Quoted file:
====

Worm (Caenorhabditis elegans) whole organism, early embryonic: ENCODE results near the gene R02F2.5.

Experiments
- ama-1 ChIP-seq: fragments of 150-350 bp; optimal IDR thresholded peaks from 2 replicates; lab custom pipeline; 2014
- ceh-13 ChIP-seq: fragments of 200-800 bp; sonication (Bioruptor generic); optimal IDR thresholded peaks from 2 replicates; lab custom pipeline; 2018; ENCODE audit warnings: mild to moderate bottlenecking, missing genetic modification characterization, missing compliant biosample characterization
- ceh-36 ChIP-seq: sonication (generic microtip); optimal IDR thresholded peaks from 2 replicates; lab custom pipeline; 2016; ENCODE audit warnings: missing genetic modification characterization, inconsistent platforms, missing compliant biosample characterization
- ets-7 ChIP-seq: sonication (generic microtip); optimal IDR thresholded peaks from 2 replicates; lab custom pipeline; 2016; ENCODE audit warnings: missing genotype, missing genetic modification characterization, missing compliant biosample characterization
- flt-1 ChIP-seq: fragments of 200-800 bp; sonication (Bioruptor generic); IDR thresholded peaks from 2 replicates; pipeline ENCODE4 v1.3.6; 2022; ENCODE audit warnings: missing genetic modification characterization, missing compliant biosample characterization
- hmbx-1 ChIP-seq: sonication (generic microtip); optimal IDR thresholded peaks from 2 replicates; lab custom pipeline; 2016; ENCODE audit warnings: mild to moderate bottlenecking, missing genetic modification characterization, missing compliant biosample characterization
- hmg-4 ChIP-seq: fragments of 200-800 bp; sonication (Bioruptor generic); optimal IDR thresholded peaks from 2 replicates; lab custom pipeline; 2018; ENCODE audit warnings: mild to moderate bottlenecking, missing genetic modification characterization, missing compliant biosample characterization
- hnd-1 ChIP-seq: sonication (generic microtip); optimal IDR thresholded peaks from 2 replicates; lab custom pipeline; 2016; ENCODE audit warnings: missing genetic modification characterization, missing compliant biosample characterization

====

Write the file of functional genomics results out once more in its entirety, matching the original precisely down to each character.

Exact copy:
Worm (Caenorhabditis elegans) whole organism, early embryonic: ENCODE results near the gene R02F2.5.

Experiments
- ama-1 ChIP-seq: fragments of 150-350 bp; optimal IDR thresholded peaks from 2 replicates; lab custom pipeline; 2014
- ceh-13 ChIP-seq: fragments of 200-800 bp; sonication (Bioruptor generic); optimal IDR thresholded peaks from 2 replicates; lab custom pipeline; 2018; ENCODE audit warnings: mild to moderate bottlenecking, missing genetic modification characterization, missing compliant biosample characterization
- ceh-36 ChIP-seq: sonication (generic microtip); optimal IDR thresholded peaks from 2 replicates; lab custom pipeline; 2016; ENCODE audit warnings: missing genetic modification characterization, inconsistent platforms, missing compliant biosample characterization
- ets-7 ChIP-seq: sonication (generic microtip); optimal IDR thresholded peaks from 2 replicates; lab custom pipeline; 2016; ENCODE audit warnings: missing genotype, missing genetic modification characterization, missing compliant biosample characterization
- flt-1 ChIP-seq: fragments of 200-800 bp; sonication (Bioruptor generic); IDR thresholded peaks from 2 replicates; pipeline ENCODE4 v1.3.6; 2022; ENCODE audit warnings: missing genetic modification characterization, missing compliant biosample characterization
- hmbx-1 ChIP-seq: sonication (generic microtip); optimal IDR thresholded peaks from 2 replicates; lab custom pipeline; 2016; ENCODE audit warnings: mild to moderate bottlenecking, missing genetic modification characterization, missing compliant biosample characterization
- hmg-4 ChIP-seq: fragments of 200-800 bp; sonication (Bioruptor generic); optimal IDR thresholded peaks from 2 replicates; lab custom pipeline; 2018; ENCODE audit warnings: mild to moderate bottlenecking, missing genetic modification characterization, missing compliant biosample characterization
- hnd-1 ChIP-seq: sonication (generic microtip); optimal IDR thresholded peaks from 2 replicates; lab custom pipeline; 2016; ENCODE audit warnings: missing genetic modification characterization, missing compliant biosample characterization